Whenever some natural disaster strikes a place where I’ve been before, there’s always a hint of a personal tragedy for me. (I don’t think I’m any different from most people, of course, but there it is.)
Such is the case with Ahrweiler in Germany, which lies on the banks of the Ahr River right before it empties into the Rhine at Remagen, and it’s a town that has many happy memories for me.
I remember that when I was there, about a dozen years ago, I thought that I could easily live in Ahrweiler — the town is gorgeous (although come the summer every year it floods, only with tourists), but the scenery everywhere you look is just spectacular.
The Romans thought so too: the mountainsides are festooned with grapevines dating back to those days, and there’s a large Roman villa outside the town that was only discovered a year or so before I got there.
Some pics I took when I was there:
And the town is shot through with drainage canals and pipes:
…which didn’t seem to help much.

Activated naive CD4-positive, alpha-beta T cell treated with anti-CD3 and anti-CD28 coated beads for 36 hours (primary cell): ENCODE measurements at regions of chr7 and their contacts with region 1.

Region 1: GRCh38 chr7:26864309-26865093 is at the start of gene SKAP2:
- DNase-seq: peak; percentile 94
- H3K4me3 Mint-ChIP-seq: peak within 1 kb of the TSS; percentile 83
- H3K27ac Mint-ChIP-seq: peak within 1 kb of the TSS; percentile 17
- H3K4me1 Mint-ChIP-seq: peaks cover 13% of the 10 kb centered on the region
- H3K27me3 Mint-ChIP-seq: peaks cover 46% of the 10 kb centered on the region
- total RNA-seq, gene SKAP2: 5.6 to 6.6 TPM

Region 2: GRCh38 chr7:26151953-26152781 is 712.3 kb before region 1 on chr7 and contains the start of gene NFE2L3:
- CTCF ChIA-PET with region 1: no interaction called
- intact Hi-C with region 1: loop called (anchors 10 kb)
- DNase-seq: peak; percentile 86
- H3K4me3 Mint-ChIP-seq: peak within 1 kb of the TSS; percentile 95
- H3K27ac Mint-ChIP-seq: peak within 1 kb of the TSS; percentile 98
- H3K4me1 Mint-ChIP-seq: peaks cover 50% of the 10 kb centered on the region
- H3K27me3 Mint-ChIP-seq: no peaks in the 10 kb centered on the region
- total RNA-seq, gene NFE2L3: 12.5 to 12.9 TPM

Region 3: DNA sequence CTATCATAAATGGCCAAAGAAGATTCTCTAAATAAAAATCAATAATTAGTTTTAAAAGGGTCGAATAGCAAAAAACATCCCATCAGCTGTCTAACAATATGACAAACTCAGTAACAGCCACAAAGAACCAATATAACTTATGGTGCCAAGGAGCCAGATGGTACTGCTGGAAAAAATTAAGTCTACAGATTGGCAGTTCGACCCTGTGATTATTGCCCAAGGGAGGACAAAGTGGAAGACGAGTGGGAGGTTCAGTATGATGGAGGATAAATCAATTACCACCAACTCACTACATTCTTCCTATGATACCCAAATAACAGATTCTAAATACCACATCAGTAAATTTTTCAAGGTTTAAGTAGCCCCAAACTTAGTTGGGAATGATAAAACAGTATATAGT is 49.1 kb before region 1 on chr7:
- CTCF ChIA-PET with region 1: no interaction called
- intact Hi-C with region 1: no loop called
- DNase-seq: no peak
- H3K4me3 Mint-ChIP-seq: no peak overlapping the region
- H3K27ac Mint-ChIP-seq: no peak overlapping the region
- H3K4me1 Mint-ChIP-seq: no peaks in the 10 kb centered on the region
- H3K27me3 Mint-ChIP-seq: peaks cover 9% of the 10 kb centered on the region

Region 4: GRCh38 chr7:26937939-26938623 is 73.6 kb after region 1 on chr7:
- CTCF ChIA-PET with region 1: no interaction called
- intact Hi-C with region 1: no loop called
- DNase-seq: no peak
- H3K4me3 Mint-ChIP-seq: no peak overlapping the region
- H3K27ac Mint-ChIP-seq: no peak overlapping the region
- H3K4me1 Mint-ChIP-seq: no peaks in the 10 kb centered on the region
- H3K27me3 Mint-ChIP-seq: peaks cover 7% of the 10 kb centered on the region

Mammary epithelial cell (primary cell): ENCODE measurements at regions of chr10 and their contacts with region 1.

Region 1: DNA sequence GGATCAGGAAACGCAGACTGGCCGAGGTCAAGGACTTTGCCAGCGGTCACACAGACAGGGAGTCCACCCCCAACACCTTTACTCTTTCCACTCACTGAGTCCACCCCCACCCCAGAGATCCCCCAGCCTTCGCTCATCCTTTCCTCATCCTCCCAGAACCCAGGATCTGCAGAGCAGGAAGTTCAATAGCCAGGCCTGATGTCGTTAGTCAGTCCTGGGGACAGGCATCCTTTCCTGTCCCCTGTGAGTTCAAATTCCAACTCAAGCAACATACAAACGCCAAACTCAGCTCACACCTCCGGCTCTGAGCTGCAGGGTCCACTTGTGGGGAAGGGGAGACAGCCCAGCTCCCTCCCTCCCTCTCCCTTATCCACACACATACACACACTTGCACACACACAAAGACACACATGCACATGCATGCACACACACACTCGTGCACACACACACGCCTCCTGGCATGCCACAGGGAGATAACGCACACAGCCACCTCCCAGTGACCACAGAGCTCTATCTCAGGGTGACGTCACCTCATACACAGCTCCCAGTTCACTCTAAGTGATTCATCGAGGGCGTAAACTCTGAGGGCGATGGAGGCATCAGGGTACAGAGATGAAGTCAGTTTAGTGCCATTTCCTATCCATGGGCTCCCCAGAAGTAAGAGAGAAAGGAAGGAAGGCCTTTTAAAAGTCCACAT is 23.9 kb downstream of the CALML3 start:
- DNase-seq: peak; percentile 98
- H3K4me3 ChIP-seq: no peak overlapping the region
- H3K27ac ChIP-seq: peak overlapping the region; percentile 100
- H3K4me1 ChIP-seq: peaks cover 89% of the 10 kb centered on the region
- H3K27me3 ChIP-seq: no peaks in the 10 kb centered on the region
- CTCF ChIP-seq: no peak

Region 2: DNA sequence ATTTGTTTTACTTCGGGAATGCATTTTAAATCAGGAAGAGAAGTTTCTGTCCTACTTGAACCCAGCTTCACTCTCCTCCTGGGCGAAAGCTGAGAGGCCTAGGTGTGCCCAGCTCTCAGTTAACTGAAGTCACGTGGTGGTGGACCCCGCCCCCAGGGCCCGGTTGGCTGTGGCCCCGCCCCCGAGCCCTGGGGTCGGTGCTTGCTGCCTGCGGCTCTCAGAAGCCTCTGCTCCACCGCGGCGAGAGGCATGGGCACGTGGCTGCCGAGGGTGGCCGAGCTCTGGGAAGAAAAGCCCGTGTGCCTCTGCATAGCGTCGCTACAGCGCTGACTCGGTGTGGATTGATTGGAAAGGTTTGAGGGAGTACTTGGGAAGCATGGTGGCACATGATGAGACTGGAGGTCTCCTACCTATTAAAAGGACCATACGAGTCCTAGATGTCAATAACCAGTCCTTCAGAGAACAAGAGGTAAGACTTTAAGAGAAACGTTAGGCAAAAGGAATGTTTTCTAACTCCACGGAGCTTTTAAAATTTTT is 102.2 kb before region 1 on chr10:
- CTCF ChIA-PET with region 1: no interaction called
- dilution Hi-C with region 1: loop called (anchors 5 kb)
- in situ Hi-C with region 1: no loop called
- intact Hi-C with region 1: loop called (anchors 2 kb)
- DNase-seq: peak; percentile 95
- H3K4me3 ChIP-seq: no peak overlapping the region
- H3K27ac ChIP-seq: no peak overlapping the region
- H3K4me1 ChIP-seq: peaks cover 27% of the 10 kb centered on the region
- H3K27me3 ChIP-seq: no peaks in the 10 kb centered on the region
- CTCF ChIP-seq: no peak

One would think that Ahrweiler’s proximity to the Rhine outlet would spare the town from flooding — especially as the town itself is ringed by a wall dating back to medieval times or earlier:
…but that didn’t happen this time:
The people of Ahrweiler received no warning of the impending crashing waves.
Leonie from Ahrweiler had the terrifying experience of watching the water destroy the city. At about 11pm Leonie and her family had gone to bed, but before falling asleep she was disturbed by loud noises outside their home.
The electricity had gone out and it was pitch black. The only way they could see was with candles and flashlights.
She looked outside to notice that there was a lot of water running down the street, but didn’t realise the severity of the situation until the water level started to rise to her doorstep. She woke up her mother and grandfather and they started to bring food and water upstairs. However, the nightmare had just begun – a massive wave burst through the front door, obliterating everything in its wake.
I should point out that Ahrweiler lies at the very foot of the Ahr Valley, which starts way up in the Eifel Mountains. It’s a steep drop from up there to the Rhine Valley below:
I hurt when I think about it.